Monday, October 26, 2015

Indonesia's Smog Blankets Neighboring Countries

On October 21, 2015, Malaysian newspaper The Sun showed this on its front page:
 
 
 
 
 
 
 
 
 
 
 
 
 
If you notice at the top page, there’s a sub-heading ”KL to be among top 100 liveable cities by 2020” and directly below it is a picture of a view of Kuala Lumpur city center with a caption in red “Unhealthy…”. There seems to be a serious mismatch between “future intent” and “present predicament”! 
 
After all, the haze that has been blanketing the country for years! Would the country be haze-free in five years’ time? I doubt it. In fact, this year, it has taken a turn for the worse! This year, it stayed much longer than the “normal” one month. This year, it has become even more intolerable.
 
Jakarta had admitted that the annual ‘haze’ – we should call it “smog” because that is what it actually is! – has already killed at least 10 in Indonesia and caused respiratory illnesses to at least half a million.
 
The yearly land burning in Indonesia is so pervasive that it caused unhealthy smoke to spread to neighboring countries and especially, smothering Malaysia and Singapore. Increasingly, this has forced the closure of schools, disrupted air traffic and restricted people indoors. 
 
 
 
 
 
 
 
 
 
 
 
 
A general view of Kuala Lumpur Tower as seen on a hazy day in Kuala Lumpur. Reuters picture released October 23, 2015
 
Just last week, schools in Selangor, Putrajaya and Kuala Lumpur were closed on Monday and only re-opened four days later. And mind you, this was not the first time.


 
 
 
 
 
 
 
 
 
 
Notice on school gate: "Jerebu Sekolah diTutup 15-09-15" (Haze School is Closed 15-09-15). Image credit: http://www.thestar.com.my/News/Nation/2015/10/19/Haze-schools-closure-Tuesday/

And in case we are accepting the smog as “normal” – please do take note that prolonged poor air quality can cause serious health problems to the young and old.
 
A Bernama news report had quoted Friday Malaysian Meteorological Department director-general Che Gayah Ismail as claiming that the Ministry of Science, Technology and Innovation (MOSTI) had undertaken 29 cloud-seeding operations to reduce the effects of the smog since March 2015. Okay, but what are we going to do about Indonesia?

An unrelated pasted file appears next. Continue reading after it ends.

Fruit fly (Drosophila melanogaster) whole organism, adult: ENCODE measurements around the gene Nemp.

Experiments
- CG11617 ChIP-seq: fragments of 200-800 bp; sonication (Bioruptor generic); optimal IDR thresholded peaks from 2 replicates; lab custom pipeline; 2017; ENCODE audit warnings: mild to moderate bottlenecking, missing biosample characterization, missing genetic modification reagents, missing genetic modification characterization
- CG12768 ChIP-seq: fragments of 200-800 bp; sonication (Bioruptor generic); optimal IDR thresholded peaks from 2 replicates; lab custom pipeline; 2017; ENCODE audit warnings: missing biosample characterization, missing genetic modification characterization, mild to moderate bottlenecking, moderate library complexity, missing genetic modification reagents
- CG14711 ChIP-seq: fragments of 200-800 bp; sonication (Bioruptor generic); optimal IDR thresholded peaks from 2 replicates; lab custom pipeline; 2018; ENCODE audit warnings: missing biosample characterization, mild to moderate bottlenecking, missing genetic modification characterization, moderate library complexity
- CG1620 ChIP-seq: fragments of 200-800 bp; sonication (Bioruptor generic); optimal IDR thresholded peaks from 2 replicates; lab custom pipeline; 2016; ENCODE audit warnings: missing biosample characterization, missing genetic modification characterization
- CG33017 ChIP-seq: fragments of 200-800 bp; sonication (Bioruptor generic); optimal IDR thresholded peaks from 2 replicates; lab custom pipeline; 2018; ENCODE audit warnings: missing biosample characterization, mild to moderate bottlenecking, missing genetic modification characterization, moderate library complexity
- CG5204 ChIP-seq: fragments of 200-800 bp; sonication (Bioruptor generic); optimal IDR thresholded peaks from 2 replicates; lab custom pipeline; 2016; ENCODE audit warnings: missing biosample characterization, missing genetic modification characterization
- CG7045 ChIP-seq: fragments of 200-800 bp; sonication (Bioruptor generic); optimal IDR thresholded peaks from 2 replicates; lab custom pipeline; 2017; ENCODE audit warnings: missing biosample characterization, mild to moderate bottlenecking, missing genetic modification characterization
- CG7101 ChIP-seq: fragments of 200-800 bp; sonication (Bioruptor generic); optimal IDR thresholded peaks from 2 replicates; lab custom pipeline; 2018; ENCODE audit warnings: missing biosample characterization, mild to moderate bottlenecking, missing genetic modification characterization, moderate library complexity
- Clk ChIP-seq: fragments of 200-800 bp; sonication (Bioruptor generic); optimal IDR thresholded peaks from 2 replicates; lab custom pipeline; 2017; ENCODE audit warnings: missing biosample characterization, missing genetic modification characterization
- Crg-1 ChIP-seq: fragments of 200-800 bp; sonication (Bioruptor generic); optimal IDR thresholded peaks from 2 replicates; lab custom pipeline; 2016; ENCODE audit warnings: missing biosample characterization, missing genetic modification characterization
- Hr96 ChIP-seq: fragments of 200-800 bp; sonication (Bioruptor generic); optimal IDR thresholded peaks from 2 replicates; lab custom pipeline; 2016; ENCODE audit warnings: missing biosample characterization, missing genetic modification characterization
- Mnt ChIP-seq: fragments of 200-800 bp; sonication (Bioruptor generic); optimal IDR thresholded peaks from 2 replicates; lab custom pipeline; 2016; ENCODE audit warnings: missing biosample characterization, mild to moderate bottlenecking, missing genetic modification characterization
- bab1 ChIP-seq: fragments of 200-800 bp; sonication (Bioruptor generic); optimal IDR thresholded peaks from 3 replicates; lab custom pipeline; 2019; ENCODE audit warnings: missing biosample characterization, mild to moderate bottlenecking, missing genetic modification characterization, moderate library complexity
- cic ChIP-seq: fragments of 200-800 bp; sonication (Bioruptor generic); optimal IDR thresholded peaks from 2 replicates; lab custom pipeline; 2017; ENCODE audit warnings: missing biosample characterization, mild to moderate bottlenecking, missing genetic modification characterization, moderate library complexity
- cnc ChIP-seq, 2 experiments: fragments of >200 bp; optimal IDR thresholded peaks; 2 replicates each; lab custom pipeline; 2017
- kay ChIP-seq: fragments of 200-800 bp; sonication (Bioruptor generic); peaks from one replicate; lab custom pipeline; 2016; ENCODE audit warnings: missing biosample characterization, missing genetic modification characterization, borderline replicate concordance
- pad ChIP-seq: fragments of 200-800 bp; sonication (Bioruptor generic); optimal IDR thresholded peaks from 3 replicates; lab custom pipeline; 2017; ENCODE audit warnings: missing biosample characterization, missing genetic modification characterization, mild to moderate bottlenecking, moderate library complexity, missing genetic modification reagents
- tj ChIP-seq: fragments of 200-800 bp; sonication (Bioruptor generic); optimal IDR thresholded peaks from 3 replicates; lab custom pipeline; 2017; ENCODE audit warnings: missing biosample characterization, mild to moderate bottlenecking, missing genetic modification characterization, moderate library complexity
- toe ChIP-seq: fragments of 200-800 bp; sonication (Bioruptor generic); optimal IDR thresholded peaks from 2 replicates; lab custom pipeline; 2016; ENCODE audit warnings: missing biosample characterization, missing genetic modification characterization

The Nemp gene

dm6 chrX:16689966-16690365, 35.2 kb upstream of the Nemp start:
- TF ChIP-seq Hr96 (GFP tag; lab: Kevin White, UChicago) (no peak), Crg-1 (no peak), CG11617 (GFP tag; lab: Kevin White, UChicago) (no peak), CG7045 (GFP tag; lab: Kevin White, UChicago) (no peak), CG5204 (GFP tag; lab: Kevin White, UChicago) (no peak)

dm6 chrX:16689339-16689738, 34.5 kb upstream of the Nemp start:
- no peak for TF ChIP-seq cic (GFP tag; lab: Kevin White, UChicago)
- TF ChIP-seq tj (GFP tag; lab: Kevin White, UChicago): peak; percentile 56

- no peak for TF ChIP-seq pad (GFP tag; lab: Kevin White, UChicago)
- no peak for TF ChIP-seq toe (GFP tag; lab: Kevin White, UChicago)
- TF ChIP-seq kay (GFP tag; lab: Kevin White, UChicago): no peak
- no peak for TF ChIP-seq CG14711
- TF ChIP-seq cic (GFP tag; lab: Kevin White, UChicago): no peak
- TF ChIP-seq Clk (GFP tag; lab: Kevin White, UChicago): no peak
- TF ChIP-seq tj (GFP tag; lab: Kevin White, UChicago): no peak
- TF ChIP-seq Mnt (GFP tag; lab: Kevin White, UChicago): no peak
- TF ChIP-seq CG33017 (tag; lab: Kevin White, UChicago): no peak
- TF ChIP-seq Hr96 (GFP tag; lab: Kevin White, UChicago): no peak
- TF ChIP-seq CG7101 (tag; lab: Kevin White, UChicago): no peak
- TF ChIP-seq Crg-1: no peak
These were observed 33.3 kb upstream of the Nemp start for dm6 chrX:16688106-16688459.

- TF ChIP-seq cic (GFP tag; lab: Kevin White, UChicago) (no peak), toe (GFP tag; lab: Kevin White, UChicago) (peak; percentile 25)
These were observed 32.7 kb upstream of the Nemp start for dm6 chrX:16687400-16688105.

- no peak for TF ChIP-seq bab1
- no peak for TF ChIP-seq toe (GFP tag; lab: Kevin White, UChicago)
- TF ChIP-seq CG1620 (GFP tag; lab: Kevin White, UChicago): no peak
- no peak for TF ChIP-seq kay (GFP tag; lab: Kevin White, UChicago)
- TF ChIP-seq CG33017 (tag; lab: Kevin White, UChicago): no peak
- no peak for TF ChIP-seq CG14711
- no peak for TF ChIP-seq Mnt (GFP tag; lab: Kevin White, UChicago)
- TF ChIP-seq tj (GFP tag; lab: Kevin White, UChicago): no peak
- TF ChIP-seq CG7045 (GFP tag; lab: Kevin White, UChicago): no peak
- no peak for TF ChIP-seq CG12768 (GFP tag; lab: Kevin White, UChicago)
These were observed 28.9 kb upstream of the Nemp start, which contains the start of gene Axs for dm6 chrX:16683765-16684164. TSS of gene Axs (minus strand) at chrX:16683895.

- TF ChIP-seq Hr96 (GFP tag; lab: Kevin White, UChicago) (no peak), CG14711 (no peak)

Unhappy Singapore wants to pursue legal action against “errant companies responsible for the haze” and has called on Indonesia to respond to “our repeated requests to share information” on the firms. Paper and palm oil firms have been blamed for deliberately setting off fires to clear land – including flammable peat-rich terrain – for cultivation, a traditional practice aggravated this year by drier-than-usual conditions due to the El Nino weather phenomenon.
 
Already, Singapore last month launched legal action that could lead to massive fines against Indonesian companies. So far, five Indonesian companies including multinational Asia Pulp and Paper (part of the Sinar Mas conglomerate), have been served with legal notices.
 
Even for Thailand, where the country’s south is affected, their officials had described the smog as the worst they had seen in a decade and called its continuing spread a “crisis”.
 
Malaysia adopts a more “tidak apa” (lackadaisical) attitude. We are tolerant. Or worse, we are indifferent. Deputy Prime Minister Ahmad Zahid Hamidi – a fool among fools – had already said that it is unfair to put any pressure on Indonesia. Is he suggesting that we must learn to live with the smog? What an idiotic man! What an imbecilic remark!
 
Please don’t tell me you didn’t know that Indonesia has an enormous repository of tropical peatlands – and, for a generation, areas of these have been burned to prepare the land for the cultivation of oil palms. Peat smoke now contributes about 40% of Indonesia's overall greenhouse gas emissions. Palm oil is an ingredient in a range of consumer products, from lipstick to ice cream. Yet it has also helped to give its source country the dubious distinction of being the world's third-largest greenhouse gas emitter after China and the US of A – as well as a leading source of hazardous smoke haze.
 
Indonesia is not doing enough! 

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